Thursday, April 19, 2012
Tuesday, May 24, 2011
The quince is a relative of the apple and pear and though it looks a lot like a chartreuse apple, it is incredibly sour when raw. The quince is so similar in looks to the apple that ancient texts translated as 'apple' may in fact be referring to the quince. It, like Aphrodite, is a native of the east, so the Greeks believed it to be sacred to the goddess and would feed it to newlyweds to ensure good night of hanky panky. In medieval medicine, pregnant women were encouraged to eat quince to produce more intelligent children.
The French paired quinces with wine and exotic spices to create a delicacy called condoignac. Legend has it that the people of Orleans, France gave this candy to Joan of Arc when she freed the city from siege by the English in 1429.
Its too bad poor Joan wouldn't be showered in tasty fruit delights for too much longer - she was burned at the stake for heresy and witchcraft on May 30th, 1431 at Rouen, France. The Catholic Church totally apologized for all that though when they canonized her a saint in 1920.
Joan is now the patron saint of France, captive, women in the army, and cross-dressers (that's actually just something I threw in, but she totally should be! She was one trouser-wearing, cross-dressing Medieval babe. Seriously Catholic Church, get with it- emphasizing the cross-dressing would be a great PR move).
The site of Joan's execution in Rouen is now a church that incorporates elements of a Renaissance church in the spot that was destroyed in WWII (the architecture reminds me of the movie Suspiria somehow - maybe all the Gothic-via-the-70's curves?)
Menagier de Paris (via the fanastic Early French Cookery by D. Eleanor and Terence Scully). I struggled with this recipe - repeatedly - completely unable to get the quinces and honey to harden to any sort of managable texture. So, I gave up completely on the idea of solid quince candies and instead embraced the beautiful quince butter I was left with.
I spread my quince concoction on some homemade biscuits and forgot about the hard candy version. This stuff is good.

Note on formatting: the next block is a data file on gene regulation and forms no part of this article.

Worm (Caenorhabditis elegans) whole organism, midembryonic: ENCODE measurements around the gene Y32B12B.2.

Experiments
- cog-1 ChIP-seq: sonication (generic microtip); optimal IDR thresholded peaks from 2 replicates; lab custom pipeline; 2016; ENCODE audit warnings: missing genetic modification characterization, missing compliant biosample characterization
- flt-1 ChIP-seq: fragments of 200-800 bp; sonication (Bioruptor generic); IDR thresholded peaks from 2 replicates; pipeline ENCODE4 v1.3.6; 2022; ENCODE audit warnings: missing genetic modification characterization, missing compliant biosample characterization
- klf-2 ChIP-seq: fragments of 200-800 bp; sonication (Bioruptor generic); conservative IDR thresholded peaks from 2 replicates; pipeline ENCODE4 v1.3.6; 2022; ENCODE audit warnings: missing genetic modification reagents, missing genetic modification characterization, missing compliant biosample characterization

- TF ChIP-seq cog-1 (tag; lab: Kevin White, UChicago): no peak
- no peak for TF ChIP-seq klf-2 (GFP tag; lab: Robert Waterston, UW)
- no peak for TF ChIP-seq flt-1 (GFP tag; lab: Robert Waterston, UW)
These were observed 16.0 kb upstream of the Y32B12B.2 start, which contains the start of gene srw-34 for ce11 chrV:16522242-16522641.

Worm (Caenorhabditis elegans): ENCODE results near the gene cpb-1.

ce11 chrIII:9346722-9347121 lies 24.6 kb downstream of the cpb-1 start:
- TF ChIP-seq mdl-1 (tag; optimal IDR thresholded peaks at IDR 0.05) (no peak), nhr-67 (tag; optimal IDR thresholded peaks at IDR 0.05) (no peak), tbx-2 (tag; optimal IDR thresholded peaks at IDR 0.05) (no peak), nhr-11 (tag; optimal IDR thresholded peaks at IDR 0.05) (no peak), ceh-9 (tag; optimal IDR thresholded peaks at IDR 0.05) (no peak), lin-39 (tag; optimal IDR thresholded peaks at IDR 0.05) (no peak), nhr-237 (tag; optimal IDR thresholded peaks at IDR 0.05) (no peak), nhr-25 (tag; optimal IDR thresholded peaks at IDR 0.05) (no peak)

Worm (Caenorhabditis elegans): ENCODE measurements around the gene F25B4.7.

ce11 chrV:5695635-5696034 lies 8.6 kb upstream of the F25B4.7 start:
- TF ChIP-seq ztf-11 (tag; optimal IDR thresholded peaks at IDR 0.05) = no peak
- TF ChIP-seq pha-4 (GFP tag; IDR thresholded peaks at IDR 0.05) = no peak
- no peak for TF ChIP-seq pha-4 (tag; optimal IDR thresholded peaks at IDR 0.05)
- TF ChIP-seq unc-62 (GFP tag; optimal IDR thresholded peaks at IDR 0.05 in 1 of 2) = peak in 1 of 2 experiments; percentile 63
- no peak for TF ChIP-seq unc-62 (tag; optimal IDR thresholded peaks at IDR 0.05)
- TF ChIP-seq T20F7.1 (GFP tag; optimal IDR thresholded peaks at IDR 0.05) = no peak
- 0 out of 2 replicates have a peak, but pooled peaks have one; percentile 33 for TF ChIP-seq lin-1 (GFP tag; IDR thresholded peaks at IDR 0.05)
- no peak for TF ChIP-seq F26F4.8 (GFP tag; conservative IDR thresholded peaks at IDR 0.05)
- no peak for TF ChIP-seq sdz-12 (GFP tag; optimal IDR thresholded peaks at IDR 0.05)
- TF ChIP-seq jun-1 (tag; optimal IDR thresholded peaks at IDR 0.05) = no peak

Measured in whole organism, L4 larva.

Makes 1 cup
3/4 cup red wine (plus potentially another 1/4 c.)
1/4 cup honey
1/8 tsp. cinnamon
1/8 tsp. ground ginger
pinch ground grains of paradise
Cook quince in the wine over low heat until soft, anywhere from 30-45 minutes. If the wine evaporates too quickly, add another 1/4 c.
Pour cooked quinces into food processor and puree until very smooth.
Bring honey to boil over low heat; add quince puree and spices. Cooked, stirring frequently to prevent cooking, until the mixture is reduced by 1/2 and noticeably thicker and more gelatinous.
Pour mixture into small greased baking dish and allow to cool.
THIS is where I failed. My mixture never solidified in order to 'cut into bite sized pieces' as the recipe called for. Maybe you will have more luck. Or maybe you will enjoy this luscious and deeply flavored quince mixture as a spread rather than as a candy. Honestly, I think I'm happy my quinces stayed soft. These biscuits spread with the stuff were totally divine. Plus this stuff would can so incredibly well and make an excellent gift for newlyweds or an expecting momma, seeing as how quince ensures great sex and smart babies. Great combo, right?
Thursday, April 28, 2011
And my mermaid-tastic jewelry can be found in my etsy shop.
Lest anyone who actually looks at this blog get worried, there will eventually be non-Mexican recipes, I promise!
It just happens that I started this whole project right before May 3rd, the day that Mexican folk saint (of Narcotics trafficking, no less!) Jesus Malverde was hung outside of the city of Culiacan in Sinaloa, Mexico.
Sinaloa stretches along Mexico's Pacific coast, which means Mexican seafood, people!
Malverde was a Sinaloan brick layer executed for robbery circa 1909 (if he even existed, which is debatable).